Sum rules are derived for the quantum wave functions of the Hadamard billiard in arbitrary dimensions. This billiard is a strongly chaotic (Anosov) system which consists of a point particle moving freely on a D-dimensional compact manifold (orbifold) of constant negative curvature. The sum rules express a general (two-point)correlation function of the quantum mechanical wave functions in terms of a sum over the orbits of the corresponding classical system. By taking the trace of the orbit sum rule (...)
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  38. Lipo Wang & R. F. O'Connell (1988). Quantum Mechanics Without Wave Functions. Foundations of Physics 18 (10):1023-1033.score: 96.0
    The phase space formulation of quantum mechanics is based on the use of quasidistribution functions. This technique was pioneered by Wigner, whose distribution function is perhaps the most commonly used of the large variety that we find discussed in the literature. Here we address the question of how one can obtain distribution functions and hence do quantum mechanics without the use of wave functions.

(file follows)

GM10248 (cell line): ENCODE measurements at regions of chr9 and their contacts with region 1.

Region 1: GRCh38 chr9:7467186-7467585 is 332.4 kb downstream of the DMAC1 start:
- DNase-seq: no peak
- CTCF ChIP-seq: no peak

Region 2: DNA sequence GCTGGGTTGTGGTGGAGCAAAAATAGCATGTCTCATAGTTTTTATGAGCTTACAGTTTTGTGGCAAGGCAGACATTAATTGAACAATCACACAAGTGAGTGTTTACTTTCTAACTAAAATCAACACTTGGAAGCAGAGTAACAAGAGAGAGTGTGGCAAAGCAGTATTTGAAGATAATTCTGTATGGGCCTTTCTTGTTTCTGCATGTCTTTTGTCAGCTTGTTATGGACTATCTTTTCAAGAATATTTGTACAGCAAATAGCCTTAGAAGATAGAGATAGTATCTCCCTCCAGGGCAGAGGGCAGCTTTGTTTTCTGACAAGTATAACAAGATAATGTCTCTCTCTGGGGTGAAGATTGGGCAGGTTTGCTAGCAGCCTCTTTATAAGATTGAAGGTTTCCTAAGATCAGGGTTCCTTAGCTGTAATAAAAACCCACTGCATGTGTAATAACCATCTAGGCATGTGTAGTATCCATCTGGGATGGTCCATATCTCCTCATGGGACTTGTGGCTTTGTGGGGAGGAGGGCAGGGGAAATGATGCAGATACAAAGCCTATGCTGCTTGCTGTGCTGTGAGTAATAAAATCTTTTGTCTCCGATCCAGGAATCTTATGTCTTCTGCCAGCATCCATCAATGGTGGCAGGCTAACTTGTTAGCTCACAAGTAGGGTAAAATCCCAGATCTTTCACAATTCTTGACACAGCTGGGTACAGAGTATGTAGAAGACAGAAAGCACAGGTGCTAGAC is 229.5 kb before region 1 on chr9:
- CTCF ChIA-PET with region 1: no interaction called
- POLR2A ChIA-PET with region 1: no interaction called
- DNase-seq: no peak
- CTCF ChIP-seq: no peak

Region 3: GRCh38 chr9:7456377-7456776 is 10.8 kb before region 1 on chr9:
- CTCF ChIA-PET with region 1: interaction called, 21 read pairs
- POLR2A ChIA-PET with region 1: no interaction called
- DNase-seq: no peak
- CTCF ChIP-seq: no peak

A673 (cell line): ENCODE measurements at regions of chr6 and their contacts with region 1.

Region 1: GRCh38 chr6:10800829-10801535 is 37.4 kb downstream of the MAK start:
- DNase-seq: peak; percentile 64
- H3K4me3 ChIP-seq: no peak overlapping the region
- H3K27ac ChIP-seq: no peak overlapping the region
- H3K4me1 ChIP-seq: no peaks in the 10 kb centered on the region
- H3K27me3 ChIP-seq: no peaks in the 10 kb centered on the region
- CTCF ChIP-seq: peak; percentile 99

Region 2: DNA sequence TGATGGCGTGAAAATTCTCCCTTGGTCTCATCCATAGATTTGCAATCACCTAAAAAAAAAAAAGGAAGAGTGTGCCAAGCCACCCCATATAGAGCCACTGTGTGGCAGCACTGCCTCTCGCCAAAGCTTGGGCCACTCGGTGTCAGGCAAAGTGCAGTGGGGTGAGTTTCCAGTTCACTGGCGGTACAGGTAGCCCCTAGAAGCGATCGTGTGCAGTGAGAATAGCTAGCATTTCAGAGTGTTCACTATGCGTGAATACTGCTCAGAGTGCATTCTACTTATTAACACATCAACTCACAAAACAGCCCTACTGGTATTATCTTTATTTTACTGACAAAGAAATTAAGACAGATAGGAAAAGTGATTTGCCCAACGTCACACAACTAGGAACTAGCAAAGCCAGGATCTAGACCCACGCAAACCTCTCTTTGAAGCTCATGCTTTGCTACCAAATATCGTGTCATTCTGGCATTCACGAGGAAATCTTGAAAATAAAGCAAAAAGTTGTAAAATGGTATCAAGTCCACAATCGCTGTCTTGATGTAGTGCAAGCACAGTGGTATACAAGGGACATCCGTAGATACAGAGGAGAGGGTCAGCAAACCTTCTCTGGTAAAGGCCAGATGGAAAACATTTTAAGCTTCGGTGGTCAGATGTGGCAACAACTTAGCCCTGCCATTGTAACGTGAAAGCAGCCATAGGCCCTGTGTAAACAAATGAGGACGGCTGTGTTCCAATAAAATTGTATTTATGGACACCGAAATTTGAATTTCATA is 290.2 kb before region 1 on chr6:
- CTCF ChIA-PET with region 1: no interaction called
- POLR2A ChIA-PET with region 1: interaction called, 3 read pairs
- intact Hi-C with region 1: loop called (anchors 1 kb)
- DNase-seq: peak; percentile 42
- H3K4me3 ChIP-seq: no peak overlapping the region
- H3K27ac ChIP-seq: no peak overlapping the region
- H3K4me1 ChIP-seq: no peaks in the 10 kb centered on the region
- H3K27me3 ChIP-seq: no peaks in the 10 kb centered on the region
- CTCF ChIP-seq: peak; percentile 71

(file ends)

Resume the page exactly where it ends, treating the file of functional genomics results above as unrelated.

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  39. Shan Gao, Why the de Broglie-Bohm Theory is Probably Wrong.score: 90.0
    We investigate the validity of the field explanation of the wave function by analyzing the mass and charge density distributions of a quantum system. It is argued that a charged quantum system has effective mass and charge density distributing in space, proportional to the square of the absolute value of its wave function. This is also a consequence of protective measurement. If the wave function is a physical field, then the mass and charge density (...)